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Benefits Broken Down By Service Era

The following links take you to benefits broken down by service era:

Gulf War to Present

Certain illnesses and diseases are “presumed” by VA to be related to your military service in designated areas of Southwest Asia and may entitle you to VA disability compensation benefits. For Gulf War Veterans, these presumptive diseases include:

  • Medically unexplained illnesses (popularly called “Gulf War Syndrome”).
  • Certain infectious diseases.
  • Amyotrophic lateral sclerosis (ALS) diagnosed in all Veterans who had 90 days or more continuous active military service.

Learn more about VA benefits for Gulf War benefits:

Gulf War Veterans may still seek to establish service connection individually for other, “non-presumptive” diseases and illnesses related to service in the Gulf War. Learn more about qualifying for disability compensation for non-presumptive conditions on the Compensation website.

Airborne Hazards and Open Burn Pit Registry

OEF/OIF/OND/OFS Veterans and Service Members who have deployed to the Southwest Asia theater of operations on or after August 2, 1990 as well as those who have deployed to Afghanistan or Djibouti after September 11, 2001 can use the registry questionnaire to report exposures to airborne hazards (such as smoke from burn pits, oil-well fires, or pollution during deployment), as well as other exposures and health concerns.

Transition and Care Management

Every VA Medical Center has a Transition and Care Management Team ready to welcome Post 9/11 Combat and Non-Combat Veterans Home to help coordinate your health care.  Learn more here.

What our Gulf War and Post 9/11 Era Veterans need to do:

Learn more about your benefits by reading these links
Contact our Service and Benefits Program to discuss filing for benefits: MDVA Service and Benefits Program
Register for the VA Airborne Hazards and Open Burn Pit Registry

Atomic Era

Depending on when you served in the military, you may have been exposed to radiation.

Learn more about what you can do if you were exposed here.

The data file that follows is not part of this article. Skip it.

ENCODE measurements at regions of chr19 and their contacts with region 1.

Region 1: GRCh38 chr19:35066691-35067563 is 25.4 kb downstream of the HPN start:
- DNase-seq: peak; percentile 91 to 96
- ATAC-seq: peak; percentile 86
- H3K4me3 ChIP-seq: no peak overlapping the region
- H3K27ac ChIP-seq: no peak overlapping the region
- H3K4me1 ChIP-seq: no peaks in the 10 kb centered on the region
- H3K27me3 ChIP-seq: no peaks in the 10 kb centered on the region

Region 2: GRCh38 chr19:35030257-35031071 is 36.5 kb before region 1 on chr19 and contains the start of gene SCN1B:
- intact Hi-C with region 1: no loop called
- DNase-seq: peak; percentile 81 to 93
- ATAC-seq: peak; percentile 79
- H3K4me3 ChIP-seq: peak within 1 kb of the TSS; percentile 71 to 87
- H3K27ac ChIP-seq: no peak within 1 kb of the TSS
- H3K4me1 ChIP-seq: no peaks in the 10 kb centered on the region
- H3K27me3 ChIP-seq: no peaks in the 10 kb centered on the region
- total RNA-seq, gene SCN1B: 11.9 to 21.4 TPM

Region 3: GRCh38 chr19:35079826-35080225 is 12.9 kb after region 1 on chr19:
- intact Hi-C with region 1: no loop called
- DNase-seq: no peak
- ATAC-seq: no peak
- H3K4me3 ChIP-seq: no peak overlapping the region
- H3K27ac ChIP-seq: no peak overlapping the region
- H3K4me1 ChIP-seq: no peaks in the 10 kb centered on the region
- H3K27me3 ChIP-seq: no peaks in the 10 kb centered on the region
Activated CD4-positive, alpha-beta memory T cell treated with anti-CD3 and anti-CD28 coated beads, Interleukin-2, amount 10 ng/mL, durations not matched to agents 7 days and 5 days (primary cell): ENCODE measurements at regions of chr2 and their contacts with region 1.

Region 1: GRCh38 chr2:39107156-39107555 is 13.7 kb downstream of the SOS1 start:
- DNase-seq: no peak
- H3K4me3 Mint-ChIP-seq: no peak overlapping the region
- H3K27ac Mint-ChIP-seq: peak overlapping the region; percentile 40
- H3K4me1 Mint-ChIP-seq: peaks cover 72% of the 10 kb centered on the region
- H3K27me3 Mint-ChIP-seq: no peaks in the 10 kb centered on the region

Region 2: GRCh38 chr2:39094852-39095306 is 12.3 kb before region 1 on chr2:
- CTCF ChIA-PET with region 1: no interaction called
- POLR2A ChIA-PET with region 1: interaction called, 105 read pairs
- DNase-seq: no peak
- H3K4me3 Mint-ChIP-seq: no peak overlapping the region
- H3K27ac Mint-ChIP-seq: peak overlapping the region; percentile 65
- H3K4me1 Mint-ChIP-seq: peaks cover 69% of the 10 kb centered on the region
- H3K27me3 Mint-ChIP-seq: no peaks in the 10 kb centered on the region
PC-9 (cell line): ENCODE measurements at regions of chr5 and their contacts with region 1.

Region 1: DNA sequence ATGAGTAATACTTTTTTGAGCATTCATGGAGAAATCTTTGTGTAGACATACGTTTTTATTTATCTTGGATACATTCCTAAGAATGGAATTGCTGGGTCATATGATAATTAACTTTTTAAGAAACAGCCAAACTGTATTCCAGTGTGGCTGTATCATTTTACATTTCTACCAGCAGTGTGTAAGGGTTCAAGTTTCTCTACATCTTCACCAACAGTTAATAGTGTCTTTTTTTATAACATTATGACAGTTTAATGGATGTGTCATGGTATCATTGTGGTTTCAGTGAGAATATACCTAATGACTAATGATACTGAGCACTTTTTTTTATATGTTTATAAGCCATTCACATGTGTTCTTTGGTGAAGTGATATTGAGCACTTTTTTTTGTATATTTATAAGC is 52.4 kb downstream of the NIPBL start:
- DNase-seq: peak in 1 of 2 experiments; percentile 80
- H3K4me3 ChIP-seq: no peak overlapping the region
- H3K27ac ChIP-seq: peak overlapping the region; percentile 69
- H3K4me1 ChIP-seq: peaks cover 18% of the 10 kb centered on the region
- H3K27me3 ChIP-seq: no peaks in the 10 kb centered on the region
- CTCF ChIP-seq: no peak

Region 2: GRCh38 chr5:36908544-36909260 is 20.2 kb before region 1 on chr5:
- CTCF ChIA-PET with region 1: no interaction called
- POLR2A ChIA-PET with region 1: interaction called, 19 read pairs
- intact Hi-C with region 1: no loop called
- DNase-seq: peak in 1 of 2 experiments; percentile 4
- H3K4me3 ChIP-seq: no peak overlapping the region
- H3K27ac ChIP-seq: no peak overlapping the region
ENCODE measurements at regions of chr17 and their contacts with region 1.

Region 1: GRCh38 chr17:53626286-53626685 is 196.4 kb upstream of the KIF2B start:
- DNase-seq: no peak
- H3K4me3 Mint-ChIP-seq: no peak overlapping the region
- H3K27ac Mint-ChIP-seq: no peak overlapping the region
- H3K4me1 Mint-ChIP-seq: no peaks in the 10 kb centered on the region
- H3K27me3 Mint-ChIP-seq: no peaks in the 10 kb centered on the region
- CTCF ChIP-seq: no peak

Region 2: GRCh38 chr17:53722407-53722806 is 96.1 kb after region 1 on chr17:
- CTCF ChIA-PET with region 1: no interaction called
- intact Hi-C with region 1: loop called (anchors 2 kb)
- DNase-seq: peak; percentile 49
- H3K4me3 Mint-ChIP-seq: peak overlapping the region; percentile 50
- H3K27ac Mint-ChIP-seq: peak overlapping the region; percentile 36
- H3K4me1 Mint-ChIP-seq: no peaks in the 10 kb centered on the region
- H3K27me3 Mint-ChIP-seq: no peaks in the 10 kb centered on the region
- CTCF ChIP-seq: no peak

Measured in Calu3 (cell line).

VA: Exposure to Radiation Exposure

U.S. Department of Justice: Radiation Exposure Compensation Act
The Radiation Exposure Compensation Act (“the Act” or “RECA”), 42 U.S.C. § 2210 note (2012) established an administrative program for claims relating to atmospheric nuclear testing and uranium industry employment. The Act delegated authority to the Attorney General to establish procedures and make determinations regarding whether claims satisfy statutory eligibility criteria.

Vietnam Era

The U.S. military used Agent Orange to clear plants and trees during the Vietnam War. If you served in Vietnam or in or near the Korean Demilitarized Zone (DMZ) during the Vietnam Era—or in certain related jobs—you may have had contact with this herbicide. Find out if you can get disability compensation and other benefits for illnesses possibly caused by Agent Orange.

Illnesses the VA presumes are connected to Agent Orange exposure.


  • Chronic B-cell leukemia: A type of cancer that affects your white blood cells (cells in your body’s immune system that help to fight off illnesses and infections)
  • Hodgkin’s disease: A type of cancer that causes your lymph nodes, liver, and spleen to get bigger and your red blood cells to decrease (called anemia)
  • Multiple myeloma: A type of cancer that affects your plasma cells (white blood cells made in your bone marrow that help to fight infection)
  • Non-Hodgkin’s lymphoma: A group of cancers that affect the lymph glands and other lymphatic tissue (a part of your immune system that helps to fight infection and illness)
  • Prostate cancer: Cancer of the prostate (the gland in men that helps to make semen)
  • Respiratory cancers (including lung cancer): Cancers of the organs involved in breathing (including the lungs, larynx, trachea, and bronchus)
  • Soft tissue sarcomas (other than osteosarcoma, chondrosarcoma, Kaposi’s sarcoma, or mesothelioma): Different types of cancers in body tissues such as muscle, fat, blood and lymph vessels, and connective tissues